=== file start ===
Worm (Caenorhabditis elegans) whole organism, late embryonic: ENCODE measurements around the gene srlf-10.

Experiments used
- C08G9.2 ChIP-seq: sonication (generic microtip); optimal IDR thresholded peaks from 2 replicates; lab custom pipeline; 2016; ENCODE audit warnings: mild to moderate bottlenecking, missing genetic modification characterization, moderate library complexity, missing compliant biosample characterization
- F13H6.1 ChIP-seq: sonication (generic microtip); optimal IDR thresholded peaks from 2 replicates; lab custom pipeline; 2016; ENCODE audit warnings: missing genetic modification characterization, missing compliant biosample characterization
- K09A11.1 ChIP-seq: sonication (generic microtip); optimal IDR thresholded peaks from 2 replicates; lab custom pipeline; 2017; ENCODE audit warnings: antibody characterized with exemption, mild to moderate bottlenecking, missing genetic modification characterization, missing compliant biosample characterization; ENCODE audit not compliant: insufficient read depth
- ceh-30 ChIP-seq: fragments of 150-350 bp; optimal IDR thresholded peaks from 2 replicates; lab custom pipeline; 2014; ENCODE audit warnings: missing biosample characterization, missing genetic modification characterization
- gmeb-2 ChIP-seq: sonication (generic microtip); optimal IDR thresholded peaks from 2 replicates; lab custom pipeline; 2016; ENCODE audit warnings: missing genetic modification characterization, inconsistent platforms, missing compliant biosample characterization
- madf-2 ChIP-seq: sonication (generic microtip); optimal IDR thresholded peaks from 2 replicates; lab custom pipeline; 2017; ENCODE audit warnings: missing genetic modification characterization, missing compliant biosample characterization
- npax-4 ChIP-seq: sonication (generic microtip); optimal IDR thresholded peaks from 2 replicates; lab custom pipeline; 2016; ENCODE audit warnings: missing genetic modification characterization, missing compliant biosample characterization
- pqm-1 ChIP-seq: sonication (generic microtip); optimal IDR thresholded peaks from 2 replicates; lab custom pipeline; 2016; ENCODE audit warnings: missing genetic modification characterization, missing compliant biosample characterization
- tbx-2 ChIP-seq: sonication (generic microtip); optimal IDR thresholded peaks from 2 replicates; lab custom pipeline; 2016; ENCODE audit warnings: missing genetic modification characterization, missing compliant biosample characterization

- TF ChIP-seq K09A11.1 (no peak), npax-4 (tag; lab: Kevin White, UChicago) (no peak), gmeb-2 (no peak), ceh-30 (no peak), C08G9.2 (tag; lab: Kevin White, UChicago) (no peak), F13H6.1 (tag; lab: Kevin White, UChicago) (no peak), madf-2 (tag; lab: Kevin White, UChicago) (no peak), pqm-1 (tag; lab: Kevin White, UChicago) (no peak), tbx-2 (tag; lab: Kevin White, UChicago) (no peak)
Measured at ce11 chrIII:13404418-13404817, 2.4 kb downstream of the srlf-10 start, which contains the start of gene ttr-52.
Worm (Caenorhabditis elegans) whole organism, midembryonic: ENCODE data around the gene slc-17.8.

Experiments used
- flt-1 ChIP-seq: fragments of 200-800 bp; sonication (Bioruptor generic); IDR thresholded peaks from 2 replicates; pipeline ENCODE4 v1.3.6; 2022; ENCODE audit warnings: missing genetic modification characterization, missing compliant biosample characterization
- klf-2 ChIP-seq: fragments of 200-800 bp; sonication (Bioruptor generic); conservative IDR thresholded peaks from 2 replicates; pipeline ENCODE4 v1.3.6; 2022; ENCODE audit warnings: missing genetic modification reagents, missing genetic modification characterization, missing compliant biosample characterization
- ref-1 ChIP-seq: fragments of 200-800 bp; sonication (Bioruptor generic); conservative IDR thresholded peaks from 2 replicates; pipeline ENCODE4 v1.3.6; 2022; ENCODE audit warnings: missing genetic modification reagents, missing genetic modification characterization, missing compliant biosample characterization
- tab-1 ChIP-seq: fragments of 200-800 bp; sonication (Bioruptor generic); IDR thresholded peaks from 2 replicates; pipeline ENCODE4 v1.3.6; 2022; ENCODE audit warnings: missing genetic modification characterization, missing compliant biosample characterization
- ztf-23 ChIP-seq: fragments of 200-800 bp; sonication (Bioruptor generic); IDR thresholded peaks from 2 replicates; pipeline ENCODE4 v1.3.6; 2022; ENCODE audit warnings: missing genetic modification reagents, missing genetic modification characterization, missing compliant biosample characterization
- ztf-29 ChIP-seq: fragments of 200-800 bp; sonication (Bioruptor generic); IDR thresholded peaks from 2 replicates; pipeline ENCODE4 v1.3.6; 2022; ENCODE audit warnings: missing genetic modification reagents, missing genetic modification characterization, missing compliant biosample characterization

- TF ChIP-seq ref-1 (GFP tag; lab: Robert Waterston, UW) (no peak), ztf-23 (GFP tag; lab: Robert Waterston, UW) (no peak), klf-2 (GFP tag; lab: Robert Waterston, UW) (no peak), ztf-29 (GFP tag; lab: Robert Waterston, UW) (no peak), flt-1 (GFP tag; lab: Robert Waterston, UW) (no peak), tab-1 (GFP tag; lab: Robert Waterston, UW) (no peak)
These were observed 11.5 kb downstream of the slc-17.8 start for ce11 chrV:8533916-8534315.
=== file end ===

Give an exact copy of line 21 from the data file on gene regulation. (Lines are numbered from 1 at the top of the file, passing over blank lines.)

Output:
- ztf-29 ChIP-seq: fragments of 200-800 bp; sonication (Bioruptor generic); IDR thresholded peaks from 2 replicates; pipeline ENCODE4 v1.3.6; 2022; ENCODE audit warnings: missing genetic modification reagents, missing genetic modification characterization, missing compliant biosample characterization